Lou Sorkin, “The man who lets the bed bugs bite”

by nobugsonme on February 21, 2009 · 2 comments

in bed bugs, new york, new york city

The New York Times had a slightly more personal story on our friend Dr. Louis Sorkin yesterday, “The man who lets the bed bugs bite.”

In it, Lou talks about how people have always brought bugs to him at the American Museum of Natural History, asking for identifications. And ten years ago, they started bringing bed bugs.

Around 1989, someone brought in our first bed bug. Most entomologists had never seen a live infestation before. Now, infestations may be approaching the levels of 50 years ago, before DDT was used.

Some of the chemicals used now appear to have similarities to DDT, but bed bugs have developed ways of bypassing the toxicity. Some bugs were recently collected here in New York, and a journal article reported that they were 300 times more resistant than other bed bugs to one of the common insecticides.

That’s why pest control companies do all sorts of things besides using chemicals: heating, freezing, steaming, vacuuming. The hardest part of controlling bed bugs is finding them. Most of the literature out there talks about a quarter-inch-long reddish-brown insect, but a bed bug is a millimeter long when it’s born, about the thickness of a credit card.

That lack of information about the appearance of nymphs is indeed a big problem, and Lou persistently mentions this to journalists when he talks to them. It’s a good thing he does, since news articles seem to almost always only describe the appearance, size, and color of adult bed bugs.

Lou also talks about his bed bug colonies, and how he got interested in the crawly world of entomology as a child.

Check out the rest of the article; I know you’re very glad, as I am, that we have Lou as an active voice, trying to educate the world about bed bugs.

And see my earlier post from today with amazingly detailed photos courtesy of Lou, of bed bugs harboring in a bed frame, headboard, and box springs.

1 Michele casto February 22, 2009 at 12:50 pm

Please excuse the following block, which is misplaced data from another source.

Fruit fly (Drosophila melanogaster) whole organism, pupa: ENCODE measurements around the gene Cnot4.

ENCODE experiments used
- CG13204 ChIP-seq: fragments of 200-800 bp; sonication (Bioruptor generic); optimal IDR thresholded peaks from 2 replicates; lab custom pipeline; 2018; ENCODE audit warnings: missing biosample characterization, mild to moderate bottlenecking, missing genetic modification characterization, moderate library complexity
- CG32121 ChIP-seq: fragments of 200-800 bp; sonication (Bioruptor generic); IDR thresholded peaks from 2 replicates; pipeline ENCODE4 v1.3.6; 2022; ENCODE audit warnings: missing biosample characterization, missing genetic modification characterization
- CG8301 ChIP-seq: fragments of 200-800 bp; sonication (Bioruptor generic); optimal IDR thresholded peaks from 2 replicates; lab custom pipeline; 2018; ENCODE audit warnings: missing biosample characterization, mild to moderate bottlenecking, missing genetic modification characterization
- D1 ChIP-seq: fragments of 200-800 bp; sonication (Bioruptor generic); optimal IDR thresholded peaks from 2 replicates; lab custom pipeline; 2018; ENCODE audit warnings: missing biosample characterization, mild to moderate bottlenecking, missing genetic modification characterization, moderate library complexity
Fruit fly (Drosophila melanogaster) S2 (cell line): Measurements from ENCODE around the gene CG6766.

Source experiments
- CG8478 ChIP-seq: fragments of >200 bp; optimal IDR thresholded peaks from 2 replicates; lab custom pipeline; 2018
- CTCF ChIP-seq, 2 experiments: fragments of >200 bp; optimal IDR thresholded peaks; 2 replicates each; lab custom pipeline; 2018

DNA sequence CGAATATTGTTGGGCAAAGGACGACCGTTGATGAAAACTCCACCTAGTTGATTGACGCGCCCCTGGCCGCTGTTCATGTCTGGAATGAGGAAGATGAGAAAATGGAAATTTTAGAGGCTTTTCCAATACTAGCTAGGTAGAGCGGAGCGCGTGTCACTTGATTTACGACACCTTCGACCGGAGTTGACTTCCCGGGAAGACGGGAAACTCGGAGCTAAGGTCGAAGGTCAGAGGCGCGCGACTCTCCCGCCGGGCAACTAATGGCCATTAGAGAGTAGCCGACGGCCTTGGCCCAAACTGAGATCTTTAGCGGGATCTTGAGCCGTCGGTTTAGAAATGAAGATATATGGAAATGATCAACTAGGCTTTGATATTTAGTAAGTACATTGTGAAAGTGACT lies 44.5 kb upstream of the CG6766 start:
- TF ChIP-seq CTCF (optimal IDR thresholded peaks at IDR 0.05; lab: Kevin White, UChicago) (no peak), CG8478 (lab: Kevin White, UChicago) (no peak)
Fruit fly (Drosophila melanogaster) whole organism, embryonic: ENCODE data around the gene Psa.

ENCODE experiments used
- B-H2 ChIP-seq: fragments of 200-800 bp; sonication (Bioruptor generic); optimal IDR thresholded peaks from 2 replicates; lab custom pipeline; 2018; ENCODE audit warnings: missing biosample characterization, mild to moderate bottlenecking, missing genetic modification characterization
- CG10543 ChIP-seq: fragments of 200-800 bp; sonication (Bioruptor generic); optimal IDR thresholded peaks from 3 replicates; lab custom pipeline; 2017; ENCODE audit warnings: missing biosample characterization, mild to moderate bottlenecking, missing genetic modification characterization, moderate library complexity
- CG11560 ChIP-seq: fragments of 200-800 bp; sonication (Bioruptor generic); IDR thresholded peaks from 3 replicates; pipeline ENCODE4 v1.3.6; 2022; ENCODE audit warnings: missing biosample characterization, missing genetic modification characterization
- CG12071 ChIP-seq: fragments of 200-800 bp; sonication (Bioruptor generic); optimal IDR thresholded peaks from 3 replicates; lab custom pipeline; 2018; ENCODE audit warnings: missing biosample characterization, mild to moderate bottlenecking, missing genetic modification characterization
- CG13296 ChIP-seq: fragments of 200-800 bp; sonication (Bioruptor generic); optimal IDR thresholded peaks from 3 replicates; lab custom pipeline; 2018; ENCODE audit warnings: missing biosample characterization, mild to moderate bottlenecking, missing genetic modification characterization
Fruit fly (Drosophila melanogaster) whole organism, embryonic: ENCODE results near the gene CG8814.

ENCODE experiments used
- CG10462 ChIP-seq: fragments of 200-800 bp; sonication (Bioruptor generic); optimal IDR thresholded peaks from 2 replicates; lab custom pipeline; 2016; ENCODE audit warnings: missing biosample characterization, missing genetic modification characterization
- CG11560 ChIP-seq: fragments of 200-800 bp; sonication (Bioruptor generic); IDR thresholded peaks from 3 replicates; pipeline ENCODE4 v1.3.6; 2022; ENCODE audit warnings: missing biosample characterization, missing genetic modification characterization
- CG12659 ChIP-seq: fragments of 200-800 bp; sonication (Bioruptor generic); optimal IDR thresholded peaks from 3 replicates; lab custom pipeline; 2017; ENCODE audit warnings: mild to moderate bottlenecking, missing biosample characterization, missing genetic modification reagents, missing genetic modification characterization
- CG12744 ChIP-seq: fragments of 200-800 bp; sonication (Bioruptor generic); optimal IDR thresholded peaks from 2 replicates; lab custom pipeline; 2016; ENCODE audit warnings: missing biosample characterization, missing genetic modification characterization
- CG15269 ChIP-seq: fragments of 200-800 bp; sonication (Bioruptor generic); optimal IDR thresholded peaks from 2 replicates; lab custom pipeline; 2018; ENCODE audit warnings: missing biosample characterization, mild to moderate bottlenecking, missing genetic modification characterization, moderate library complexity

Need some major advice! live in apt complex where I told Chips Townhouse of my problem and they said they know. They have not done nothing to help get rid of the bed bugs. I have been buying ufo residue from a local store in my town 6 gallons. It is supposed to be good for 2 monthes. We been to hospital and they said if we dont like it to move. How? we have no where to go, no money, no job, in college. If they know of the problems shouldn’t the Chips Townhouses have to help us? Where am to take my kids? I look like I am diseased. I had throw everything away, I thought they were gone last night I saw more in the bathroom. I have no more money left and I feel so helpless.

2 nobugsonme February 23, 2009 at 2:12 am

Hi Michele,

I am sorry you are going through that.

You need to check up on the laws in your city/county/state regarding the landlord’s duty to get rid of bed bugs (and the laws in most locations probably mention pests in general terms). It _may_ be the law where you live that the landlord needs to get rid of them, but I am not sure where you are, and we don’t have information on every region.

A local tenants’ advice organization may know if you cannot locate this information. A public library reference librarian should also be able to help you look up local laws re: landlords and pests. In some cities, people have gotten help by calling city or county health department, or the local agency that inspects rental housing. It is worth a try.

If your infestation is visually obvious, you will likely have an easier time if an inspector is brought in. In rare cases, people have even got local TV news consumer reporters to come in and report on the problem. If you can do this, it may help. Any of these steps may piss off the landlord, but staying in an infested and untreated apartment is not a good option, and you may decide it’s worth it.

In any case, find out the local laws first.

I hope this helps.

I also recommend you post this on our forums where you will likely get more responses: http://bedbugger.com/forum/

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